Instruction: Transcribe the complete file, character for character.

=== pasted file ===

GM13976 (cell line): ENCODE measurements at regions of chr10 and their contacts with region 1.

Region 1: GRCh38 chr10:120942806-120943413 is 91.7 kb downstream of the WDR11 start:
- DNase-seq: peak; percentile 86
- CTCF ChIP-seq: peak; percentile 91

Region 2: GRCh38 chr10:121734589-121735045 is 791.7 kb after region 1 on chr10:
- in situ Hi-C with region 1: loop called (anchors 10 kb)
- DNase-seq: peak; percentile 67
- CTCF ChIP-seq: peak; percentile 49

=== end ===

GM13976 (cell line): ENCODE measurements at regions of chr10 and their contacts with region 1.

Region 1: GRCh38 chr10:120942806-120943413 is 91.7 kb downstream of the WDR11 start:
- DNase-seq: peak; percentile 86
- CTCF ChIP-seq: peak; percentile 91

Region 2: GRCh38 chr10:121734589-121735045 is 791.7 kb after region 1 on chr10:
- in situ Hi-C with region 1: loop called (anchors 10 kb)
- DNase-seq: peak; percentile 67
- CTCF ChIP-seq: peak; percentile 49